The FDA has issued a formal warning letter to Merck for being months late on two post-market study deadlines to assess acute pancreatic damage risk associated with the diabetes drugs Janumet and Januvia. Januvia (sitagliptin) is a medication approved for the treatment of adults with Type-2 diabetes. It is one of the first in a new class of medications known as dipeptidyl peptidase-4 (DPP-4) inhibitors, Janumet combines Januvia with metaformin.
The FDA required Merck perform additional testing following increasing concerns over a Januvia pancreatitis over risk three years ago. Merck broke its promise to conduct the three-month pancreatic safety study after the FDA expanded approvals for Januvia and Janumet. The study was due to be completed by March 15, 2011, and a final report should have been presented to the FDA by June 15, 2011. It was not.
One Januvia pancreatic cancer study in 2011 did find indications that the drug may increase the risk of pancreatitis and pancreatic cancer.
The FDA warning appears to be the first time the FDA has invoked its new enforcement authority for postmarking requirements granted under the 2007 FDA Amendments Act. Violations of this obligation can result in charges of mislabeling, and in fines of $250,000 and potentially more if they continue. As a dangerous medication attorney, I am pleased that this may signal a new trend at the agency for holding manufacturers more accountable.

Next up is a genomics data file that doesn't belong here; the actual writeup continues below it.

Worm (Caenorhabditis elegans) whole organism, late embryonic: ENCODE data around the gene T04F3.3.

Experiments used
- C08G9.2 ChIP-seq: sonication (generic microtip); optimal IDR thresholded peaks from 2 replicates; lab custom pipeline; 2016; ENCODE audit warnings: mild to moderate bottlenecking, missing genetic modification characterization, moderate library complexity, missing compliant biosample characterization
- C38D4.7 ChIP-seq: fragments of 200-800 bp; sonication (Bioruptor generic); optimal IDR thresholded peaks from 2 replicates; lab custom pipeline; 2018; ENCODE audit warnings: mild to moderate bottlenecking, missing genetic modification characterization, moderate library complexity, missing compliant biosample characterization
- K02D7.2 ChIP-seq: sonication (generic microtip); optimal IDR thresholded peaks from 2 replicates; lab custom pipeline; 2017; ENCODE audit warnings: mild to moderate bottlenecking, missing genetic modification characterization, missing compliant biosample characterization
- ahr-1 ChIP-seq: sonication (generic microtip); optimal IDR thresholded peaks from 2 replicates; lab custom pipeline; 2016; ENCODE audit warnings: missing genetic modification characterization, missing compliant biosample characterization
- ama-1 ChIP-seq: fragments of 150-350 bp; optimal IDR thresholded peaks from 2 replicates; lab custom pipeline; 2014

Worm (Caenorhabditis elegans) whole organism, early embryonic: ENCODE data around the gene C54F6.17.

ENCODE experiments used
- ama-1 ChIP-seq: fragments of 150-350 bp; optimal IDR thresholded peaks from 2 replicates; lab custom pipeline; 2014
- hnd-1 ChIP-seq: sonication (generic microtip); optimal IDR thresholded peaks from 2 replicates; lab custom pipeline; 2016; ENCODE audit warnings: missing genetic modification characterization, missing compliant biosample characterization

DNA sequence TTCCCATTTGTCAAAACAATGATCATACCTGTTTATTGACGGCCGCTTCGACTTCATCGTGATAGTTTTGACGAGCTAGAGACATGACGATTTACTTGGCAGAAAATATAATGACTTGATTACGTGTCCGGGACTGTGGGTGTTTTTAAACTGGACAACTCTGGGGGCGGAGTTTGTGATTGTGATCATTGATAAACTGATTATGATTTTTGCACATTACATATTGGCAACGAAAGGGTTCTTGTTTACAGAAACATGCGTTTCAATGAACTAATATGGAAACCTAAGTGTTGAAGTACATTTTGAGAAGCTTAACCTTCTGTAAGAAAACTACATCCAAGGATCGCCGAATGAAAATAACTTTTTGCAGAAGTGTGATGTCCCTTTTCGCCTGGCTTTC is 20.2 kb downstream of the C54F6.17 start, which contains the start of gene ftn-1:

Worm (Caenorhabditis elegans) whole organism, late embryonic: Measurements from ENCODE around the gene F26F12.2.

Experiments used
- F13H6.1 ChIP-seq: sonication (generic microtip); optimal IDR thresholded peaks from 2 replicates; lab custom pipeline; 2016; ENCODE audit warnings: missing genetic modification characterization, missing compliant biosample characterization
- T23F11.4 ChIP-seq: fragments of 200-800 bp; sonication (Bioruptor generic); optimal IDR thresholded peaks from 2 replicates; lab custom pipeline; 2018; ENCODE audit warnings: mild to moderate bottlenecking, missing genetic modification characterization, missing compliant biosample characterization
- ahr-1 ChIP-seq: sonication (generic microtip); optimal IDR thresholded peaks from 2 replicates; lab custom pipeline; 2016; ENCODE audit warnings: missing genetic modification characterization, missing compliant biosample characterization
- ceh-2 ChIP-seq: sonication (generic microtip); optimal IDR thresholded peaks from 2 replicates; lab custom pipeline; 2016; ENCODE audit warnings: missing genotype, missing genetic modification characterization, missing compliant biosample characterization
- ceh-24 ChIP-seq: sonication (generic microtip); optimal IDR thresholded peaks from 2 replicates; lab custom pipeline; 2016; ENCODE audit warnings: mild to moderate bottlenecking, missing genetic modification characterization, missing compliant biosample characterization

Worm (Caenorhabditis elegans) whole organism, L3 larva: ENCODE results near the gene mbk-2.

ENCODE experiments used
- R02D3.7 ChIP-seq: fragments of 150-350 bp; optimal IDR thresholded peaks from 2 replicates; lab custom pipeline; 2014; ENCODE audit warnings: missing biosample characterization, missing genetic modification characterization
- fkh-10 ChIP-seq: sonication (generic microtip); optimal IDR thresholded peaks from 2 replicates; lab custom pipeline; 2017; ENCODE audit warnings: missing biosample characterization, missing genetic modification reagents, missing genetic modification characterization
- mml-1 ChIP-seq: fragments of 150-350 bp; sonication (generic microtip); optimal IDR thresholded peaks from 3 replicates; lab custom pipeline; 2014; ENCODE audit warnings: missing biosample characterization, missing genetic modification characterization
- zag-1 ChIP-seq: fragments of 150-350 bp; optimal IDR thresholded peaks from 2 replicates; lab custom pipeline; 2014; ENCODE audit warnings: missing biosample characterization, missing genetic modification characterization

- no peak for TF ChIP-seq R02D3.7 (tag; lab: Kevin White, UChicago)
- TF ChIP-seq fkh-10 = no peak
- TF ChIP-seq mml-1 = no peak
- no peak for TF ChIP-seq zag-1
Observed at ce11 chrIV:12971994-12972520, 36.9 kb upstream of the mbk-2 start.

Our Januvia and Janumet claims lawyers advise that if you are taking one of these medications to discuss the risks and benefits with your prescribing doctor. We encourage you to report any adverse events you may have on this medication directly to the FDA. You may also be entitled to make a claim against Merck. Please our contact our Miami Beach personal injury law firm to discuss your legal rights.